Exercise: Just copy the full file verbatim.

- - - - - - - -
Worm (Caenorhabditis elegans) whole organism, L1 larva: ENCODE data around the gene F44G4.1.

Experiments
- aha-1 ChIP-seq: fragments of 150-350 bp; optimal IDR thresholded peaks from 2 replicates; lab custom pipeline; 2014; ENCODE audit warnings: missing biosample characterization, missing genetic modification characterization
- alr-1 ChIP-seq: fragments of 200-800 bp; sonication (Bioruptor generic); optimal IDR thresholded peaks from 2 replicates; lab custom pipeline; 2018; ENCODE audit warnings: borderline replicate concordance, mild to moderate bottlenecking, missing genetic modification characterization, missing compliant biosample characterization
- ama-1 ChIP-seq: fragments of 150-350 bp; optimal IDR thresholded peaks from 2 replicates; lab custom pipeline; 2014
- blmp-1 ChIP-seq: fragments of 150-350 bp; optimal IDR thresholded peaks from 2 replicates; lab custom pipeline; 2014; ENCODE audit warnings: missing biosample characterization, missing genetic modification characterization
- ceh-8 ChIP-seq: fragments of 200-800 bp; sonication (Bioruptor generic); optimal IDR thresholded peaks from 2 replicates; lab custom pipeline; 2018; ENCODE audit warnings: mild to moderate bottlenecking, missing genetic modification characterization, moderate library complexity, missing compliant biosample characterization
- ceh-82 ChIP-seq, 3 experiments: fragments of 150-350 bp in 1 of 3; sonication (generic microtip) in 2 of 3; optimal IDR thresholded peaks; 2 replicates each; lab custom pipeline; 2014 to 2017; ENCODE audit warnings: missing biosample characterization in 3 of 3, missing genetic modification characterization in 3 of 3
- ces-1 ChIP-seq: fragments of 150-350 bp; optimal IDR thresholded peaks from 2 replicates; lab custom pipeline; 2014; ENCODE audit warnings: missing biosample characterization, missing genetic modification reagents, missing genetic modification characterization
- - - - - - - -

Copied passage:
Worm (Caenorhabditis elegans) whole organism, L1 larva: ENCODE data around the gene F44G4.1.

Experiments
- aha-1 ChIP-seq: fragments of 150-350 bp; optimal IDR thresholded peaks from 2 replicates; lab custom pipeline; 2014; ENCODE audit warnings: missing biosample characterization, missing genetic modification characterization
- alr-1 ChIP-seq: fragments of 200-800 bp; sonication (Bioruptor generic); optimal IDR thresholded peaks from 2 replicates; lab custom pipeline; 2018; ENCODE audit warnings: borderline replicate concordance, mild to moderate bottlenecking, missing genetic modification characterization, missing compliant biosample characterization
- ama-1 ChIP-seq: fragments of 150-350 bp; optimal IDR thresholded peaks from 2 replicates; lab custom pipeline; 2014
- blmp-1 ChIP-seq: fragments of 150-350 bp; optimal IDR thresholded peaks from 2 replicates; lab custom pipeline; 2014; ENCODE audit warnings: missing biosample characterization, missing genetic modification characterization
- ceh-8 ChIP-seq: fragments of 200-800 bp; sonication (Bioruptor generic); optimal IDR thresholded peaks from 2 replicates; lab custom pipeline; 2018; ENCODE audit warnings: mild to moderate bottlenecking, missing genetic modification characterization, moderate library complexity, missing compliant biosample characterization
- ceh-82 ChIP-seq, 3 experiments: fragments of 150-350 bp in 1 of 3; sonication (generic microtip) in 2 of 3; optimal IDR thresholded peaks; 2 replicates each; lab custom pipeline; 2014 to 2017; ENCODE audit warnings: missing biosample characterization in 3 of 3, missing genetic modification characterization in 3 of 3
- ces-1 ChIP-seq: fragments of 150-350 bp; optimal IDR thresholded peaks from 2 replicates; lab custom pipeline; 2014; ENCODE audit warnings: missing biosample characterization, missing genetic modification reagents, missing genetic modification characterization